A new law directs education officials to inculcate the Oklahoma City bombing into history curricula. That’s good, but we hope it doesn’t start a wave of legislative directives on history lessons.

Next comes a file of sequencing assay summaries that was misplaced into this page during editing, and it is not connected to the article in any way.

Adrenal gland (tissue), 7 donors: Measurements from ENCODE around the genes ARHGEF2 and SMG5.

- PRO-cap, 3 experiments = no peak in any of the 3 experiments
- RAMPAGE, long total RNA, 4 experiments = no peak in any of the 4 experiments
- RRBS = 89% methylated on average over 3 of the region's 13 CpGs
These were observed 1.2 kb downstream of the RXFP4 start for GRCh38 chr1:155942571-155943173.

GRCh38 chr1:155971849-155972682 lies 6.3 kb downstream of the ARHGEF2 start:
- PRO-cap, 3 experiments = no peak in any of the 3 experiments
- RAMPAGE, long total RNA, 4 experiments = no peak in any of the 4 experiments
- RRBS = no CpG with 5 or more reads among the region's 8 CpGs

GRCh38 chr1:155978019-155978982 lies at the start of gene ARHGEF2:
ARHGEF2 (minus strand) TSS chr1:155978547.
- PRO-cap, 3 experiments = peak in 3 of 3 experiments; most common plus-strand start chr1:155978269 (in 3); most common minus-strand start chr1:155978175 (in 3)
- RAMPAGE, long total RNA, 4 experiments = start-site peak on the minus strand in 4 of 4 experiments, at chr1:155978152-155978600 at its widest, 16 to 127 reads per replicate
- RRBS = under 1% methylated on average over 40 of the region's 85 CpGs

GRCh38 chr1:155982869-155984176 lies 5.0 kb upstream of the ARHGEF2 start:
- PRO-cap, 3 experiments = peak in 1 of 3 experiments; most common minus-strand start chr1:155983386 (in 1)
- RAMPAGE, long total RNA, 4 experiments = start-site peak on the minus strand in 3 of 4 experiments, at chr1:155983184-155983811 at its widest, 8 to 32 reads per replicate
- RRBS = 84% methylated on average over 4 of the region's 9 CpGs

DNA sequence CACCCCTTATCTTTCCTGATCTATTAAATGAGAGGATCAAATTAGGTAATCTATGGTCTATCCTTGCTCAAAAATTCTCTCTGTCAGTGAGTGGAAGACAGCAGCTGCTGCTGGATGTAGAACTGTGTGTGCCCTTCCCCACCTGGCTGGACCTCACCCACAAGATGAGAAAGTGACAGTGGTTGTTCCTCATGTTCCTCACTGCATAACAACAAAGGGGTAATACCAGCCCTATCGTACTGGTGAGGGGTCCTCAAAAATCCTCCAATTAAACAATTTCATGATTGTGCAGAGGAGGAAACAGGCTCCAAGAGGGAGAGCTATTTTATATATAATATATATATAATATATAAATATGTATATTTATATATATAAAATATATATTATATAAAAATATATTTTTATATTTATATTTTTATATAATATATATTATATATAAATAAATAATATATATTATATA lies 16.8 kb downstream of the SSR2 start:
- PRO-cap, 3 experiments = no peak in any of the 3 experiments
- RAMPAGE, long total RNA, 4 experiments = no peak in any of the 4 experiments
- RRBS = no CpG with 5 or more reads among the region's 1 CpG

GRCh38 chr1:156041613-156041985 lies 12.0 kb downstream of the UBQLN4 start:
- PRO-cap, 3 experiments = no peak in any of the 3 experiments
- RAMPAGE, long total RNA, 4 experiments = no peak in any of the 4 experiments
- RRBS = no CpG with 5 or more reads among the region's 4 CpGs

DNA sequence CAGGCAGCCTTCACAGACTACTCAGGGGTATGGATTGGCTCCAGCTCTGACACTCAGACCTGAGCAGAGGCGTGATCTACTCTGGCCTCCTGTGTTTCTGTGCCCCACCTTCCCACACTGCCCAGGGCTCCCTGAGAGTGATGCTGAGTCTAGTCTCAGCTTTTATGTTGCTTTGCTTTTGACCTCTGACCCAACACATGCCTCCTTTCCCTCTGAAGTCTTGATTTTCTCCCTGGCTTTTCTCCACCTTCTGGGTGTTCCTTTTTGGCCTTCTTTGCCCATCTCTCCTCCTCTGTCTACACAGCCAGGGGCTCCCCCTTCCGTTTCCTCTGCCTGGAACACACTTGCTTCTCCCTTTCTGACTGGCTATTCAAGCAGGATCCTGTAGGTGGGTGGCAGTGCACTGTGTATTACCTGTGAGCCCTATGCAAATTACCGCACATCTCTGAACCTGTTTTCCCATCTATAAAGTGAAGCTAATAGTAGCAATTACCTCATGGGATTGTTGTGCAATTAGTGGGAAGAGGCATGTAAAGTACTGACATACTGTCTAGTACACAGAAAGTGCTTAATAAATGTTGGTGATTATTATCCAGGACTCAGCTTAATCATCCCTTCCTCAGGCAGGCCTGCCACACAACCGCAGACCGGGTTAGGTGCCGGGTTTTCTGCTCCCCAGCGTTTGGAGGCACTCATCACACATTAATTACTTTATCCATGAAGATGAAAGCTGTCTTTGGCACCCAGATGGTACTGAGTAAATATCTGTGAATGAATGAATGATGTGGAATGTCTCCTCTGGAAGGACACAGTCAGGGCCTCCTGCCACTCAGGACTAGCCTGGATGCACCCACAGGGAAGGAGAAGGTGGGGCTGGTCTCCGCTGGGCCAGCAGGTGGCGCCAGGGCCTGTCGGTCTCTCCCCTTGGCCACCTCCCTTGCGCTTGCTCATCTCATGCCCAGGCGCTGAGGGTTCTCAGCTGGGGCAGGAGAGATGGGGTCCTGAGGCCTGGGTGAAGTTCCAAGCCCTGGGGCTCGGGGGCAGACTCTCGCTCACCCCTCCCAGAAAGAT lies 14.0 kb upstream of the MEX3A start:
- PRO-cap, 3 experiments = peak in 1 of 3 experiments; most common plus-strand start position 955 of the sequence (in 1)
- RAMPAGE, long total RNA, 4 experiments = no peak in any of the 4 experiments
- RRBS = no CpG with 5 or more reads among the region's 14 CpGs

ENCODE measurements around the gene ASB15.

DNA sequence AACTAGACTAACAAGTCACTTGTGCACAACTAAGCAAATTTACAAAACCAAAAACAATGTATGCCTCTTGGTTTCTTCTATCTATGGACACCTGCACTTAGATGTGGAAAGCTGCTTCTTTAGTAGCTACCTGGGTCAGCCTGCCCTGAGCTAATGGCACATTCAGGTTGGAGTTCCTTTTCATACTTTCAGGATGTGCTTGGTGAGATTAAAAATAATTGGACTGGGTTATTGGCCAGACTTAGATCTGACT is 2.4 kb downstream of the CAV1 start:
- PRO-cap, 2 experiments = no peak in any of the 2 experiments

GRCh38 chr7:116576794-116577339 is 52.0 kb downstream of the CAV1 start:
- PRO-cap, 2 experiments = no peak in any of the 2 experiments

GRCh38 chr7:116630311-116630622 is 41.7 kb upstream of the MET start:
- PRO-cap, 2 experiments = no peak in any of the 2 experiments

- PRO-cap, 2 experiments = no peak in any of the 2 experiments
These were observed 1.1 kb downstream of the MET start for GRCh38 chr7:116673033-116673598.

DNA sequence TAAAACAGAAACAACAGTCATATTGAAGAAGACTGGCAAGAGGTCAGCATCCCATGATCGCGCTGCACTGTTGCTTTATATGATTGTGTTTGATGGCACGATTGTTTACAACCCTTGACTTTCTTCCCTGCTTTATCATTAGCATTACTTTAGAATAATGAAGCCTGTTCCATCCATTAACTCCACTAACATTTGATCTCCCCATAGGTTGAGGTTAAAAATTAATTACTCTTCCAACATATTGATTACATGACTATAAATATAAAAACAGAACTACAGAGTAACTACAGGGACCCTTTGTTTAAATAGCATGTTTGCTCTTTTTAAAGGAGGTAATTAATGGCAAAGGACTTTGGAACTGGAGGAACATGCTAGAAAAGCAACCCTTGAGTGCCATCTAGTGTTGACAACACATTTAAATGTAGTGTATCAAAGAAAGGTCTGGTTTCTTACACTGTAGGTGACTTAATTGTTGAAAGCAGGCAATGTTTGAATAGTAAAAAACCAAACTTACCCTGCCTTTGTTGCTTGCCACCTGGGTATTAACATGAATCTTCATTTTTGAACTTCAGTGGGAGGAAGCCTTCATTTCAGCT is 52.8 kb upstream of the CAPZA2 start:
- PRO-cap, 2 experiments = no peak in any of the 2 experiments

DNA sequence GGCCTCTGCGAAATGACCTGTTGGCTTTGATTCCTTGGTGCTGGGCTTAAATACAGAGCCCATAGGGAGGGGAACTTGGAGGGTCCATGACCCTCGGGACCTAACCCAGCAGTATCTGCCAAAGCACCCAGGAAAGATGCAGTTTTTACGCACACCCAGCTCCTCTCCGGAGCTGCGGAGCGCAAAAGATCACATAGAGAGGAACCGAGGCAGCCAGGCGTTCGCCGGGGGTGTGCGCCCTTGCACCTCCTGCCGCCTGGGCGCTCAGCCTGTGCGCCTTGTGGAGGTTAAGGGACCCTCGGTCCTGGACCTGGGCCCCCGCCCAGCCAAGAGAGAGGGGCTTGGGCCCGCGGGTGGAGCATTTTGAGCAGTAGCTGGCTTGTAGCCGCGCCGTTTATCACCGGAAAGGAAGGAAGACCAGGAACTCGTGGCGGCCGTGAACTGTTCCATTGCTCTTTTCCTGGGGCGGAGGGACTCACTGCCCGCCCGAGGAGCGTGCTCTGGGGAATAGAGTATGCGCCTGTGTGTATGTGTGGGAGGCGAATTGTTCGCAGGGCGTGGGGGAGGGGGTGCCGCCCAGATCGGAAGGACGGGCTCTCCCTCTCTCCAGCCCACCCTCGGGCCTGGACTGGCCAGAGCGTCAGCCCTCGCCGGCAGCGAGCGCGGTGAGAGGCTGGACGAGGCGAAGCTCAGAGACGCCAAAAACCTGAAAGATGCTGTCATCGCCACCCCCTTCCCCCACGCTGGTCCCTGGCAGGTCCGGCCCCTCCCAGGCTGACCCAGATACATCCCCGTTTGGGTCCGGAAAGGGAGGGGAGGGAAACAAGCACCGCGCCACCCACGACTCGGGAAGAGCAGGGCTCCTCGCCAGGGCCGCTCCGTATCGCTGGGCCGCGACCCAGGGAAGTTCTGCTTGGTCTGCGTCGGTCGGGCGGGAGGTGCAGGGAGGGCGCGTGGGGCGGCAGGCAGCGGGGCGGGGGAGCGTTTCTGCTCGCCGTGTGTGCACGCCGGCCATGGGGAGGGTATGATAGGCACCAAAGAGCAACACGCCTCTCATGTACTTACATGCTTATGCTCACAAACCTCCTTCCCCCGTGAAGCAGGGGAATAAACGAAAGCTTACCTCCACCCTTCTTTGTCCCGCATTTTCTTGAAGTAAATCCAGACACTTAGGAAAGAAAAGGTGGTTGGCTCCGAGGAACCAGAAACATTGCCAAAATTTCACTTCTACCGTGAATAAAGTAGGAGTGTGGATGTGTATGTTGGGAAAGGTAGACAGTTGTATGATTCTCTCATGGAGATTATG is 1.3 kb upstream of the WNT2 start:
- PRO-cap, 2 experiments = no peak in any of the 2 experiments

Such as why Texlahoma didn’t become the 49th state. Texlahoma was a pre-World War II proposal to combine 46 counties in Texas with 23 in western Oklahoma into a state. The capital would have been Amarillo. The idea is one of many — some silly, some serious — covered in "Lost States: True Stories of Texlahoma, Translyvania and Other States That Never Made It” by Michael J. Trinklein. Sentiment for such a state, possibly including parts of Kansas, has flared through the years as residents in the area feel left out. Similar sentiment in western Illinois, Trinklein writes, led to the idea for a "Forgottonia.” History books generally don’t mention Texlahoma, but they do cover the 1906 proposal to create a state of Oklahoma next to a state of Sequoyah. Trinklein says Congress nixed that plan as a slap at Indians. But there’s no evidence that Sequoyah would have been less dominated by whites as Oklahoma itself. A history text titled "The Story of Oklahoma” blames partisan politics in Washington, not racism, for quashing the two-state plan. That book never mentions Texlahoma, but sources from the 1930s did; a term styled as "Tex-La-Homa” referred to Texas, Louisiana and Oklahoma. Assuming Texlahoma had an income tax (Texas doesn’t), people in Guymon would be gearing up to send their returns to Amarillo about now.